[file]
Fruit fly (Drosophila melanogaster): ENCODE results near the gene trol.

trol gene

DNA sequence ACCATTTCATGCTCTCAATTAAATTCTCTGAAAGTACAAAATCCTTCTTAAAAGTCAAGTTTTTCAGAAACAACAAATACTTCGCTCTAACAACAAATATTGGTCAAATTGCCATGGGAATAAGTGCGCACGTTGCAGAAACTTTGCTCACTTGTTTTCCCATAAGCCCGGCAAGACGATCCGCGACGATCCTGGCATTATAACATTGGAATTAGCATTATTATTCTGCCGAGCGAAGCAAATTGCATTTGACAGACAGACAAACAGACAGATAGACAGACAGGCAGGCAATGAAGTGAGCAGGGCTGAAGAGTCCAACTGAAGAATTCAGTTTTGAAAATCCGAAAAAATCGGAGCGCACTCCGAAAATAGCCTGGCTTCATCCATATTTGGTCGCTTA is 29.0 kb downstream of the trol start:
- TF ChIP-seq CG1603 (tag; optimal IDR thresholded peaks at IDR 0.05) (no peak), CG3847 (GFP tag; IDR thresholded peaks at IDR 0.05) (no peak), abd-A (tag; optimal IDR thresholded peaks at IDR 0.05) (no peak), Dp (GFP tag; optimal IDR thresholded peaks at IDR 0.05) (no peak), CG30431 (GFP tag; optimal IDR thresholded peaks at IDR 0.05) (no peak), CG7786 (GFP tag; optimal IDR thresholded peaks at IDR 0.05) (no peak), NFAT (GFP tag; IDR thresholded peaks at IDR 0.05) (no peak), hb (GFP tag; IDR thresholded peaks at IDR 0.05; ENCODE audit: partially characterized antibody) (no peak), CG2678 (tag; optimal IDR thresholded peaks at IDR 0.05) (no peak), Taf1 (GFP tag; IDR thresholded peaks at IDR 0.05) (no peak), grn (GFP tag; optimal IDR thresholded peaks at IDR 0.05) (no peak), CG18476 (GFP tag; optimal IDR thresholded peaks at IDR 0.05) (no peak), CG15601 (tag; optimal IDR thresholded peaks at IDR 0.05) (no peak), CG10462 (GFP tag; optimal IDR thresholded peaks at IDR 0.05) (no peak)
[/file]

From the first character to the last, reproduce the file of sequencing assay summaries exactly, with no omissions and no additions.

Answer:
Fruit fly (Drosophila melanogaster): ENCODE results near the gene trol.

trol gene

DNA sequence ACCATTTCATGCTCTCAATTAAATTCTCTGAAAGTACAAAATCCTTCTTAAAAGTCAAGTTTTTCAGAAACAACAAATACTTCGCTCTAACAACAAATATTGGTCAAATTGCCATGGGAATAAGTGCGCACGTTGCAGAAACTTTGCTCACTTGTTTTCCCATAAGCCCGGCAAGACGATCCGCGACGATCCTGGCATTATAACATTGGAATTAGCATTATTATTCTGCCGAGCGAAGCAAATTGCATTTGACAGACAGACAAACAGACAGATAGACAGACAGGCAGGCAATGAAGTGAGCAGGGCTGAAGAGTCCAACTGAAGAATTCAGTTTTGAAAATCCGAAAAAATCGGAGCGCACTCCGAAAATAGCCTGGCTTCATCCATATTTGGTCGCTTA is 29.0 kb downstream of the trol start:
- TF ChIP-seq CG1603 (tag; optimal IDR thresholded peaks at IDR 0.05) (no peak), CG3847 (GFP tag; IDR thresholded peaks at IDR 0.05) (no peak), abd-A (tag; optimal IDR thresholded peaks at IDR 0.05) (no peak), Dp (GFP tag; optimal IDR thresholded peaks at IDR 0.05) (no peak), CG30431 (GFP tag; optimal IDR thresholded peaks at IDR 0.05) (no peak), CG7786 (GFP tag; optimal IDR thresholded peaks at IDR 0.05) (no peak), NFAT (GFP tag; IDR thresholded peaks at IDR 0.05) (no peak), hb (GFP tag; IDR thresholded peaks at IDR 0.05; ENCODE audit: partially characterized antibody) (no peak), CG2678 (tag; optimal IDR thresholded peaks at IDR 0.05) (no peak), Taf1 (GFP tag; IDR thresholded peaks at IDR 0.05) (no peak), grn (GFP tag; optimal IDR thresholded peaks at IDR 0.05) (no peak), CG18476 (GFP tag; optimal IDR thresholded peaks at IDR 0.05) (no peak), CG15601 (tag; optimal IDR thresholded peaks at IDR 0.05) (no peak), CG10462 (GFP tag; optimal IDR thresholded peaks at IDR 0.05) (no peak)